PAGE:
Last week I was flipping through “The Happenings” (the on-base magazine for what’s going on), and saw that Outdoor Rec was offering a trip to Karatepe – in THE RED ZONE! I had no idea what Karatepe was, but we jumped at the chance just to get into the red zone (the portion of Turkey we’re not allowed into as residents of Incirlik). We loaded into the Outdoor Rec bus in the early morning cool; the sky couldn’t decide if it would rain or not the whole day. On the way to Karatepe- an ancient Hittite castle ruin – we stopped at a Kilim co-op where we were able to watch the ladies tie a few knots, then loaded back onto the bus headed for the castle. It’s amazing the hands-on access we have to artifacts here in Turkey – we walked all over the ruins through an outdoor museum and marveled at the history. The day-trip was well worth our time and I think we might go again if the opportunity arises!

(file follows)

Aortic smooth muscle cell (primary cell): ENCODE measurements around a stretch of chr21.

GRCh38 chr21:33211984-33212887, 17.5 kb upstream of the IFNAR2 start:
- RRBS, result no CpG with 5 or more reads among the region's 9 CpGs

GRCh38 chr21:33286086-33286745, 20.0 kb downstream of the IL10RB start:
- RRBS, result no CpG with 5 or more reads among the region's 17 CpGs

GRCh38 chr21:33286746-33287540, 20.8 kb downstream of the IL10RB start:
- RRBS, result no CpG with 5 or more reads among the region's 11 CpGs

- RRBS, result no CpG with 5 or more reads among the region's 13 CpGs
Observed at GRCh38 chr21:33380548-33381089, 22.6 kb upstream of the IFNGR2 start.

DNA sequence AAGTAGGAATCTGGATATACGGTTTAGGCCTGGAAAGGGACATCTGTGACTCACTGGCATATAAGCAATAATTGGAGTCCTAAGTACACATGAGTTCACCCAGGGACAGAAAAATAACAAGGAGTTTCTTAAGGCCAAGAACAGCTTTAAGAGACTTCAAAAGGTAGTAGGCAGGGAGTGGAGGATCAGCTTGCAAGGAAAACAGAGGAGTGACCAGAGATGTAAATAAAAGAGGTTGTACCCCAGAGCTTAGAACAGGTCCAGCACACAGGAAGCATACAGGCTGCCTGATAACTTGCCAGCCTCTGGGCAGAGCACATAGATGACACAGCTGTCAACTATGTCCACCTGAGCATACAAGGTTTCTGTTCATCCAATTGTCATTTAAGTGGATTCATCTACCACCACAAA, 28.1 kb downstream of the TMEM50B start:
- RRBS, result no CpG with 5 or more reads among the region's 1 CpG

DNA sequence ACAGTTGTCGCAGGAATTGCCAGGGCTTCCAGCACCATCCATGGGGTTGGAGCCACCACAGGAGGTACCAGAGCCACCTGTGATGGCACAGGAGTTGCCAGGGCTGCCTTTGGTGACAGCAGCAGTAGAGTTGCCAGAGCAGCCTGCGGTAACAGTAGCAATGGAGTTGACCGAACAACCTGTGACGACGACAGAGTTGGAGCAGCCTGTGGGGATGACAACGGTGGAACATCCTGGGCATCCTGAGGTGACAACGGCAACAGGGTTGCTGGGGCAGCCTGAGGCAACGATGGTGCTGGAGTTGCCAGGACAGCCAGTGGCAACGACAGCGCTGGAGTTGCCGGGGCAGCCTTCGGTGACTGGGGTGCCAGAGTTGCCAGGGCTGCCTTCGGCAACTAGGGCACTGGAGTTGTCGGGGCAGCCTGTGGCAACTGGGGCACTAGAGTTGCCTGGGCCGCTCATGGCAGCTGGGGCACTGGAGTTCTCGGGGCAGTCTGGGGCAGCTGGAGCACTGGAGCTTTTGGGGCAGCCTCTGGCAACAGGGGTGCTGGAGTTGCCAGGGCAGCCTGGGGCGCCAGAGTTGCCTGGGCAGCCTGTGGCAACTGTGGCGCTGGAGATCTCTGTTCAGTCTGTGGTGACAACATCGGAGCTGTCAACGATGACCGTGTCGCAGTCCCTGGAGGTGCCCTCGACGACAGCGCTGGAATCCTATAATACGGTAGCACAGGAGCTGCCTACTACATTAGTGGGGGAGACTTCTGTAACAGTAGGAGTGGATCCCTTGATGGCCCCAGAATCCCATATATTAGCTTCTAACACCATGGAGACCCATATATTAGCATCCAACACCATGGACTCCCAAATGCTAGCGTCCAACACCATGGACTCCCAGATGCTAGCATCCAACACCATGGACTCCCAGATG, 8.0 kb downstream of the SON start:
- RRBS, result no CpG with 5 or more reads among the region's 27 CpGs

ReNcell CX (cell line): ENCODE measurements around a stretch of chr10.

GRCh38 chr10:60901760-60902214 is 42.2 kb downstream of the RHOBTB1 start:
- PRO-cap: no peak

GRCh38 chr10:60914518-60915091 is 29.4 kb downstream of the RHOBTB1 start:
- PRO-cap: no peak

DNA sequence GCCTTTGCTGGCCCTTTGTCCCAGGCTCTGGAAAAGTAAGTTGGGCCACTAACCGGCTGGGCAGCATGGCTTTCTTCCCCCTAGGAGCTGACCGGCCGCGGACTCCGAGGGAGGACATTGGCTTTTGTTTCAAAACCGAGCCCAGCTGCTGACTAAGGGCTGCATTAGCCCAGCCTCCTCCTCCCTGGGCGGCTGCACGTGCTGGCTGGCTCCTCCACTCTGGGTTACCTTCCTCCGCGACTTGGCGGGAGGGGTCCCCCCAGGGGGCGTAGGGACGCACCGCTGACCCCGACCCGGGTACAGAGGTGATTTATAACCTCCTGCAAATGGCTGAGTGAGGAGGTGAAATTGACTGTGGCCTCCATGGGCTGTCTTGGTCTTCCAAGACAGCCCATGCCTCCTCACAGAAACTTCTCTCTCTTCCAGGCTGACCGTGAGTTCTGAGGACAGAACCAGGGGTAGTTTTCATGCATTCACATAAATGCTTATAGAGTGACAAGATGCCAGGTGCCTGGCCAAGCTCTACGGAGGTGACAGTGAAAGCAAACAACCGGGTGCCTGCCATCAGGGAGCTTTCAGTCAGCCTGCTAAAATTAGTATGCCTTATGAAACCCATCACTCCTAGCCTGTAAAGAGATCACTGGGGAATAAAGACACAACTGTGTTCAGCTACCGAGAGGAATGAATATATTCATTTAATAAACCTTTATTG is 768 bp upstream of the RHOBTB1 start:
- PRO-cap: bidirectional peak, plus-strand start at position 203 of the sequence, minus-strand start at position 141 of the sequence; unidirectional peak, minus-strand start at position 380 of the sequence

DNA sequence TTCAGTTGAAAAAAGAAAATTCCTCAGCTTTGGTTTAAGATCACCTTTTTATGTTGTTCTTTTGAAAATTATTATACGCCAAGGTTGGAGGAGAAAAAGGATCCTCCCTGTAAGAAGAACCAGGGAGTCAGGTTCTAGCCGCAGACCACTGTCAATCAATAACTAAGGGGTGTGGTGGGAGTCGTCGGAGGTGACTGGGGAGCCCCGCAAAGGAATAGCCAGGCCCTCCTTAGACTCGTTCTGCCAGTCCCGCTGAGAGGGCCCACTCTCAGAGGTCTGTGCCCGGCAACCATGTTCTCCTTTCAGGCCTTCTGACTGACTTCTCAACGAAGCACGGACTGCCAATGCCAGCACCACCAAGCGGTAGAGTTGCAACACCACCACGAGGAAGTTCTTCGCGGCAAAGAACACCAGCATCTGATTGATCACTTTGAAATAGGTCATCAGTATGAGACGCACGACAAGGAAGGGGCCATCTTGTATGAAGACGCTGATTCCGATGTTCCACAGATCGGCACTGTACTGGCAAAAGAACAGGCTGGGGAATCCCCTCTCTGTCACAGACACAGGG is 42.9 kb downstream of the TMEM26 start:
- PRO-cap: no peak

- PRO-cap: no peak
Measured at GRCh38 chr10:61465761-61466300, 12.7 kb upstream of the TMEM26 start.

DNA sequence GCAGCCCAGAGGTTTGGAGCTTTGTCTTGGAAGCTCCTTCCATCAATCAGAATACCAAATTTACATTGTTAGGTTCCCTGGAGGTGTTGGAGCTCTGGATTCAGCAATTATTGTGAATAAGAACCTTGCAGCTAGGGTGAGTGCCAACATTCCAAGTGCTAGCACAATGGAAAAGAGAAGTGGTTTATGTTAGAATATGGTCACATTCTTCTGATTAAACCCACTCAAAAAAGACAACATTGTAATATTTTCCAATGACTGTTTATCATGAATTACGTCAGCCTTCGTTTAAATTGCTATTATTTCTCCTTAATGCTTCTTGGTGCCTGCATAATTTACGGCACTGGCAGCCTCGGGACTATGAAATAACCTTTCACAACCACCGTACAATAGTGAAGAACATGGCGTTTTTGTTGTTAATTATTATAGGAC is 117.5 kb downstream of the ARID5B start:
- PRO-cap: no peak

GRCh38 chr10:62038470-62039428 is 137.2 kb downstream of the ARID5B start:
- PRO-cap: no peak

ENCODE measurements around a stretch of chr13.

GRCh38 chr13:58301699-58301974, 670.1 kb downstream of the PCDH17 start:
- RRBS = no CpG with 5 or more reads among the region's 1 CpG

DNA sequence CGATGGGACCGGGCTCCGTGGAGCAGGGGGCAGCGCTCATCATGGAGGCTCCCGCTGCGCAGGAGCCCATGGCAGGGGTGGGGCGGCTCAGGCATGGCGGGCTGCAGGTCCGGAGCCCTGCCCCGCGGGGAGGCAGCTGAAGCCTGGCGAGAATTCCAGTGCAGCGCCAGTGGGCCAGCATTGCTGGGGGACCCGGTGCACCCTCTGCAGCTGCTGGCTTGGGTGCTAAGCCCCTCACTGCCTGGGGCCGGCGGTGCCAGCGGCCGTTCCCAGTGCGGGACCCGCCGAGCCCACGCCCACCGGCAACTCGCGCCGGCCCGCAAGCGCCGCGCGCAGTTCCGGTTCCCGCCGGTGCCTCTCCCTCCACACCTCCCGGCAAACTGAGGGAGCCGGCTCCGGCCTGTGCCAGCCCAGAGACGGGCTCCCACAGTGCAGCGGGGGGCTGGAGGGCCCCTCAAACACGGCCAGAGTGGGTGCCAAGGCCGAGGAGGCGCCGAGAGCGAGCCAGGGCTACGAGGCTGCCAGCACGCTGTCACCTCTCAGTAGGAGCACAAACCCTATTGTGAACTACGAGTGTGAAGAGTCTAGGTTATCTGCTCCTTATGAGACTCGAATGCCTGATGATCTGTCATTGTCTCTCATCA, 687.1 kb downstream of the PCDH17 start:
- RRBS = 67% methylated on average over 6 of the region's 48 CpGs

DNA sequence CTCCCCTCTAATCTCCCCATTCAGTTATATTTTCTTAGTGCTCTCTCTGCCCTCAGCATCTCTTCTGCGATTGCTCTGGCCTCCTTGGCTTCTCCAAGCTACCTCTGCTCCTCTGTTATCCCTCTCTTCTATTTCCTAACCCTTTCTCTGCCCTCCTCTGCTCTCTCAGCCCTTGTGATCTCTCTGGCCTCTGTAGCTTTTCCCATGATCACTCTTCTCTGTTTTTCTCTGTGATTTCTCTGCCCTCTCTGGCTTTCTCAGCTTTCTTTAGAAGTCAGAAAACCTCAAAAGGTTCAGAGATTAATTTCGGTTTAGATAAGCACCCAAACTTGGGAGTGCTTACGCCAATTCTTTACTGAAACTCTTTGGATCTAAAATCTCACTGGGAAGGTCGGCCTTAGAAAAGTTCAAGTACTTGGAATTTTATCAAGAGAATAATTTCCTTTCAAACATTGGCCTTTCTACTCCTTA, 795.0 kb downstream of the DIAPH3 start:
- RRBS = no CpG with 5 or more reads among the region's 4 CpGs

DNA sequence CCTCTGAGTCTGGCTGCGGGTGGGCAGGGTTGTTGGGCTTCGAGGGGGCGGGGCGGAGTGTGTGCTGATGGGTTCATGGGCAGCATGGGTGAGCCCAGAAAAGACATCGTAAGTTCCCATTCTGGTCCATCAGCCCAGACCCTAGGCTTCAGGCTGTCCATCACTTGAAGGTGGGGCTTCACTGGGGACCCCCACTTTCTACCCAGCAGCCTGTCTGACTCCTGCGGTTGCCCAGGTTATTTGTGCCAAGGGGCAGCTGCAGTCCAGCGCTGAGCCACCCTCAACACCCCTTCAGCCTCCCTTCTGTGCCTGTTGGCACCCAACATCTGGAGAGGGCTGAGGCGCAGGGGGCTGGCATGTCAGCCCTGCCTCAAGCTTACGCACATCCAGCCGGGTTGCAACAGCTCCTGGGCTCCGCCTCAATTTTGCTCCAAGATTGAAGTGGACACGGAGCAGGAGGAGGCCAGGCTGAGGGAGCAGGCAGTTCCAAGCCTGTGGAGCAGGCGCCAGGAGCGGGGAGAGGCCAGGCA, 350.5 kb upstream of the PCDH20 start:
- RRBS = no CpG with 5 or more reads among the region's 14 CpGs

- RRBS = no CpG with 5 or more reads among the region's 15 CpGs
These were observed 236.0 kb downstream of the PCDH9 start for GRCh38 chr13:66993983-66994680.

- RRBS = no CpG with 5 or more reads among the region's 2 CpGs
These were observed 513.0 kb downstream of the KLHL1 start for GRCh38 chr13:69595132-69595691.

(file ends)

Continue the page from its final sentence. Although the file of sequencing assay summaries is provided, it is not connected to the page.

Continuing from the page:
We’ve been trying to make a point of getting out and about more frequently – short day trips for now. On this particular Saturday, we packed up the van and headed to Ekotepe, an organic farm offering a breakfast brunch buffet and sweeping views of the hillside. We enjoyed the farm for a couple of hours then continued our journey to find the James Bond Bridge (used in the filming of Skyfall). I kept waiting to drive around a corner and see the expansive structure, but as we went further up the mountain and the road kept narrowing, I began to worry that we’d made a wrong turn. Finally, we rounded a curve, we saw it, and while impressive it was, the movie had made it seem much longer. Regardless, it was a fun day away from the base.
Keep checking back for more photos from our Turkish Adventure!